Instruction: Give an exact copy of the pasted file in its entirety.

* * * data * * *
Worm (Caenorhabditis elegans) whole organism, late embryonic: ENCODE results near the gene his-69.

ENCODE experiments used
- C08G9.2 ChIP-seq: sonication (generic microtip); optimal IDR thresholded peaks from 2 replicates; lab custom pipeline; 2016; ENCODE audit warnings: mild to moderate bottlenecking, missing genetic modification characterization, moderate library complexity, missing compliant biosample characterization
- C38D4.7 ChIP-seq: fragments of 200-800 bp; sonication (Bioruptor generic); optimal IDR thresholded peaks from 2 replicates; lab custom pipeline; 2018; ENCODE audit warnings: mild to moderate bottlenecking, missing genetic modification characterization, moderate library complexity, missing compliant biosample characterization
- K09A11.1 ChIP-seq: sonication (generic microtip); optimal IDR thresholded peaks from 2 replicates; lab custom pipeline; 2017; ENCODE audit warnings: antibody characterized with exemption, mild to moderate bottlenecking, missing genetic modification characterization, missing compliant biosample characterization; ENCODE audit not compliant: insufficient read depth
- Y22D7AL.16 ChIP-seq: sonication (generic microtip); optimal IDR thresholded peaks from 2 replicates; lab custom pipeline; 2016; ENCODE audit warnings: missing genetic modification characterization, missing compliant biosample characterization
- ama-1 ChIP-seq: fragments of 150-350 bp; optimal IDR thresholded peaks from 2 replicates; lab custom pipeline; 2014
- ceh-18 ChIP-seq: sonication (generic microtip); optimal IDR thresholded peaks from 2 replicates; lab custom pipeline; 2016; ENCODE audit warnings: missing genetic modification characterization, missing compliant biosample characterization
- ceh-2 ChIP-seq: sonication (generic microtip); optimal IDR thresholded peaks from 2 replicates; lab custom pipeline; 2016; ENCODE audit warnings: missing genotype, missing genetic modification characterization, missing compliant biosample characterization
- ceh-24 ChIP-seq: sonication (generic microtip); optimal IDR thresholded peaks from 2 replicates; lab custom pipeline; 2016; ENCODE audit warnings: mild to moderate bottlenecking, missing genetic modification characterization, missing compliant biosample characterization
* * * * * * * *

Worm (Caenorhabditis elegans) whole organism, late embryonic: ENCODE results near the gene his-69.

ENCODE experiments used
- C08G9.2 ChIP-seq: sonication (generic microtip); optimal IDR thresholded peaks from 2 replicates; lab custom pipeline; 2016; ENCODE audit warnings: mild to moderate bottlenecking, missing genetic modification characterization, moderate library complexity, missing compliant biosample characterization
- C38D4.7 ChIP-seq: fragments of 200-800 bp; sonication (Bioruptor generic); optimal IDR thresholded peaks from 2 replicates; lab custom pipeline; 2018; ENCODE audit warnings: mild to moderate bottlenecking, missing genetic modification characterization, moderate library complexity, missing compliant biosample characterization
- K09A11.1 ChIP-seq: sonication (generic microtip); optimal IDR thresholded peaks from 2 replicates; lab custom pipeline; 2017; ENCODE audit warnings: antibody characterized with exemption, mild to moderate bottlenecking, missing genetic modification characterization, missing compliant biosample characterization; ENCODE audit not compliant: insufficient read depth
- Y22D7AL.16 ChIP-seq: sonication (generic microtip); optimal IDR thresholded peaks from 2 replicates; lab custom pipeline; 2016; ENCODE audit warnings: missing genetic modification characterization, missing compliant biosample characterization
- ama-1 ChIP-seq: fragments of 150-350 bp; optimal IDR thresholded peaks from 2 replicates; lab custom pipeline; 2014
- ceh-18 ChIP-seq: sonication (generic microtip); optimal IDR thresholded peaks from 2 replicates; lab custom pipeline; 2016; ENCODE audit warnings: missing genetic modification characterization, missing compliant biosample characterization
- ceh-2 ChIP-seq: sonication (generic microtip); optimal IDR thresholded peaks from 2 replicates; lab custom pipeline; 2016; ENCODE audit warnings: missing genotype, missing genetic modification characterization, missing compliant biosample characterization
- ceh-24 ChIP-seq: sonication (generic microtip); optimal IDR thresholded peaks from 2 replicates; lab custom pipeline; 2016; ENCODE audit warnings: mild to moderate bottlenecking, missing genetic modification characterization, missing compliant biosample characterization